With all the excitement about the new Higgs boson-like particle found by the Large Hadron Collider researchers this summer, few people realize the scale of the data management involved; some have even asked what relevance this discovery has for people outside of particle physics. Now, researchers have created an acoustic analogy for the public.
Domenico Vicinanza, of DANTE, UK, who recently created music from positron particle tracks, worked with researchers, high-speed networks, sonification techniques, and grid computing to create two new musical tracks that directly come from experimental data of the new boson.
This data was provided by the ATLAS experiment. There are two versions of the Higgs music: one played on a solo Bosendorfer piano, and the second played with added bass, percussion, marimba, and xylophone. This work can be seen as a bridge between physics research and the public.
"This is an interesting and funny outreach exercise, I already pinned the score on the board in our corridor," said David Rousseau, a former ATLAS coordinator of offline software for data reconstruction, analysis, and simulation. "It is nice to add the musical angle which can draw the attention of people who have no prior interest in physics."
According to Vicinanza, there is also a serious approach to this exercise.
"The Higgs sonification is an alternative representation of the ATLAS experiment scientific graph presented on 4 July. Listening to the melody could allow a blind researcher to understand exactly where the Higgs boson peak is and how big the evidence is," said Vicinanza.
"By studying different sonification algorithms, we can find more effective ways to support researchers to detect interesting phenomena by listening to them. Since sound is not directional, i.e. one does not need to stare at a monitor, or stay exactly in front of a screen, sonification can be used on the move."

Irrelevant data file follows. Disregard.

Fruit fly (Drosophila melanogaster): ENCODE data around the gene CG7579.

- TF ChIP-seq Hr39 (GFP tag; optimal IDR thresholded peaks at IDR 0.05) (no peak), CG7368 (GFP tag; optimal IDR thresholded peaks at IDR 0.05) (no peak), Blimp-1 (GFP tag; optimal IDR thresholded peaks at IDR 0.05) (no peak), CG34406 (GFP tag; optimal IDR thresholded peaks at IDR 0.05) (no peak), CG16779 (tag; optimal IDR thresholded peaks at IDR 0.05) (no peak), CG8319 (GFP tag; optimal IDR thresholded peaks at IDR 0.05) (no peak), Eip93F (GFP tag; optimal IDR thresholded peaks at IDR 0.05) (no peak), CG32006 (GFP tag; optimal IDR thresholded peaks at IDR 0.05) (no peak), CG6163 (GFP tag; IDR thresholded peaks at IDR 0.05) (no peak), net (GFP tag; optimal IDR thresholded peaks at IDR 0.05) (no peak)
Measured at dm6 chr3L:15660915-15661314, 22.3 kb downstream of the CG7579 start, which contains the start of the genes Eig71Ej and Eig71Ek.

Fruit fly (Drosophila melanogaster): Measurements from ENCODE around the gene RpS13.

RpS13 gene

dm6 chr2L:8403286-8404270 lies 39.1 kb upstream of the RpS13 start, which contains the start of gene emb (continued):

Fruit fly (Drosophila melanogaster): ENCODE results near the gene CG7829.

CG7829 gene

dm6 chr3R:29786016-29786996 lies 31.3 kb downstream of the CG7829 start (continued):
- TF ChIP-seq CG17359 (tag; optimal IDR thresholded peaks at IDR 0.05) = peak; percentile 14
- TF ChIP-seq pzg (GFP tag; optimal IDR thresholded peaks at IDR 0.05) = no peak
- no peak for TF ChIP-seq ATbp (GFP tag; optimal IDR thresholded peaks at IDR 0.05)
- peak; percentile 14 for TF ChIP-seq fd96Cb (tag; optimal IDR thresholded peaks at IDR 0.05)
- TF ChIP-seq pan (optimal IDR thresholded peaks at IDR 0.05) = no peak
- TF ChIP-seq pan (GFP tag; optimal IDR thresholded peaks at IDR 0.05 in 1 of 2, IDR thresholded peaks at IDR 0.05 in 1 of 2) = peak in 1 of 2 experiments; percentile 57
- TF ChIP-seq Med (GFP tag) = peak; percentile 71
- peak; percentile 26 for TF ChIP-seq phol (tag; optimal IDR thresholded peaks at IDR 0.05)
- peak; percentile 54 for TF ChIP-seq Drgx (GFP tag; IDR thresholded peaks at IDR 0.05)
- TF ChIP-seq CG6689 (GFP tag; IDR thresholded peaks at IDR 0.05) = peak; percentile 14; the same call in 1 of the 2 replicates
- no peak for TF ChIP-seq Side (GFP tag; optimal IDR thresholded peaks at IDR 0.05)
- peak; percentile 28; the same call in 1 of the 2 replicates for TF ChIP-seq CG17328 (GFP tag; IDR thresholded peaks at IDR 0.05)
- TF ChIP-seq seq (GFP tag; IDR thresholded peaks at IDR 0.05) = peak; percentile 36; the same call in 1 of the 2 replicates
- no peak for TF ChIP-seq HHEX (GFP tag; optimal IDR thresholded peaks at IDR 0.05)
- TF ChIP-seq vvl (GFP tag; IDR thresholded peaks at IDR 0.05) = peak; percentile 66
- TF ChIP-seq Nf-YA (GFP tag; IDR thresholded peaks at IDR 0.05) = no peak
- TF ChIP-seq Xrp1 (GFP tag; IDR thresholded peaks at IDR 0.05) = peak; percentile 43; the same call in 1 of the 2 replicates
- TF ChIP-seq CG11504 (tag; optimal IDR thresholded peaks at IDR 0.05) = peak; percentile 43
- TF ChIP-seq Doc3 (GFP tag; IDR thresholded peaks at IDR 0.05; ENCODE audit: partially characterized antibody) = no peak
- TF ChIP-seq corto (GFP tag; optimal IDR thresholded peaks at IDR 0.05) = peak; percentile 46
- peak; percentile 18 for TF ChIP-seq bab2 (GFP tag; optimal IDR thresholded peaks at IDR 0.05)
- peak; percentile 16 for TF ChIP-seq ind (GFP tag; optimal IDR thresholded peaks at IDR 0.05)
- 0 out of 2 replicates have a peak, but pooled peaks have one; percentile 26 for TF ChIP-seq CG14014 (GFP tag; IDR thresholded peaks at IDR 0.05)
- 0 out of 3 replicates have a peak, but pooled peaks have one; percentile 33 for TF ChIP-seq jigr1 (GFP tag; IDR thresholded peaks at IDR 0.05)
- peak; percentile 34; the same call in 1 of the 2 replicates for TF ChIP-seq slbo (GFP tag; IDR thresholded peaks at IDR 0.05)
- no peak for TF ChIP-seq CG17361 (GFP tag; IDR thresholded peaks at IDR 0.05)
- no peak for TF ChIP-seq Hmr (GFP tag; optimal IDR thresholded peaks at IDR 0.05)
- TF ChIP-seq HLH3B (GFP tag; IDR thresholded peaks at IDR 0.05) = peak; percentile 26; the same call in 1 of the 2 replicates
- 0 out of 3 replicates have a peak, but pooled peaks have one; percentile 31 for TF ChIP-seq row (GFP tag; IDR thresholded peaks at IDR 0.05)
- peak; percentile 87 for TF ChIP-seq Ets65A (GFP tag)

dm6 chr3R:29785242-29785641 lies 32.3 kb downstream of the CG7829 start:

To create these melodies, Vicinanza worked with Mariapaola Sorrentino from the ASTRA project, UK, and Giuseppe La Rocca of INFN, Italy, to use the pan-European 10 gigabit-per-second GÉANT network and the European Grid Infrastructure (EGI). These infrastructures were also crucial in enabling researchers to find the new particle.
"The discovery of the Higgs-like particle required an enormous amount of computation: 150,000 processors have been running for just ATLAS continuously for the last few months," said Rousseau.
EGI works in collaboration with the WLCG, a computing grid with over 200,000 worldwide processors, that provide 24-hour and seven days-a-week access for researchers to computational resources. Another participating infrastructure is the Open Science Grid (OSG) in the US. These are needed for data analysis, sharing results, and extracting meaning from the data flood of 600 million particle collisions generated every second by the LHC.
Applying a music analogy to the amount of data the LHC generates demonstrates the huge needle-in-a-field-of-haystacks challenge researchers' faced in finding the new boson.
"If we could store all the music of data from the LHC for a year, we would have 600 million years to listen," said Sandrine Laplace, an ATLAS researcher based in the LPNHE laboratory in CNRS, Paris, to itechwhiz.com. "Materially, we could save 40 years of music by carefully selecting the pieces that we felt were most relevant. This is already a virtual stack of CDs of 20 kilometers [12.43 miles]. In this mass, the appearances of the Higgs boson are only a few scattered notes embedded in background noise. A few minutes of music at best."
According to Laplace, this description is useful to teach the public about her research. "Talking about mega or petabytes is not meaningful for everybody, but talking about hours that you would spend listening to music is." Since making this comment, Laplace's research colleagues have told her how much they like her comparison.